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Ramifications from the worldwide economic crisis continued to seep into the world of China biotech last week. Most notably, Charles River Labs (NYSE:CRL) noted that more and more of its contract research clients are postponing scheduled studies into next year (see story). Other clients, aware of their own tight budgets and increased capacity in the CRO industry worldwide, are aggressively seeking price reductions. The trend caused no more than a slowdown in growth in Charles River’s Q3. But for Q4, the effect will be more profound, according to company predictions. In fact, Charles River reduced its guidance for the entire year because of the delays. The trend is most pronounced in Europe, so its effect on China’s CRO industry remains a matter for speculation. Charles River said that its new China facility, opened October 15, will gradually progress to full use of its capacity over the course of 2009, implying that China will not suffer greatly from the slowdown. It could be argued that, if cost is really an increasing matter of concern, the China CRO industry would benefit, as more work is shifted to the most cost-effective sites in the world. Nevertheless, the notion that the worldwide CRO industry suddenly finds itself with excess capacity is a cause for concern.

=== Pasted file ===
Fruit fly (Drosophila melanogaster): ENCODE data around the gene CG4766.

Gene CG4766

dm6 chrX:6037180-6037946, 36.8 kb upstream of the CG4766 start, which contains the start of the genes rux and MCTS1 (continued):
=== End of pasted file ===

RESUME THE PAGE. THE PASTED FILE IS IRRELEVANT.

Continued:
A second example of fallout from the economic crisis hit 3SBio Inc. (NASDAQ:SSRX). The company announced a $2.7 million writedown of a $3 million investment in Lehman Brothers short-term notes (see story). 3SBio released the news as part of its preliminary Q3 unaudited results, which showed decent growth on the revenue side – they climbed 22% to $10.0 million. However, the writedown devoured almost all of the company’s net income, which dropped to $0.3 million or $0.01 per ADS. The company assured investors that the remainder of its commercial paper holdings was not in any jeopardy.

Patent law remains a concern to China biotech. China is rewriting its patent law and related administrative procedures, and the government has floated three different proposals for the new regulations, inviting comment from interested parties to each one. Last week, we published the third part of a review of the third proposal for the new law (see story), covering five topics:

• Damages and Injunctive Relief,
• Patent Misuse and Unfaithful Proceeding,
• Compulsory Licenses, Disclosure of Genetic Resources,
• Designation of Patent Firms to Handle Foreign-Related Matters, and
• Empowerment of Patent Administration.

In difficult economic times, sometimes a company’s safest investment is in itself, rather than taking on the uncertainties inherent in acquiring another company. Accordingly, two China biopharmas announced stock buybacks last week. Simcere Pharmaceutical (NYSE:SCR) will begin a $50 million share purchase of its shares (see story), and Tongjitang Chinese Medicines (NYSE:TCM) will purchase up to $20 million of its outstanding stock (see story). In both cases, the companies have fairly small public floats, implying that the initiatives could have a significant effect on both share price and financial ratios.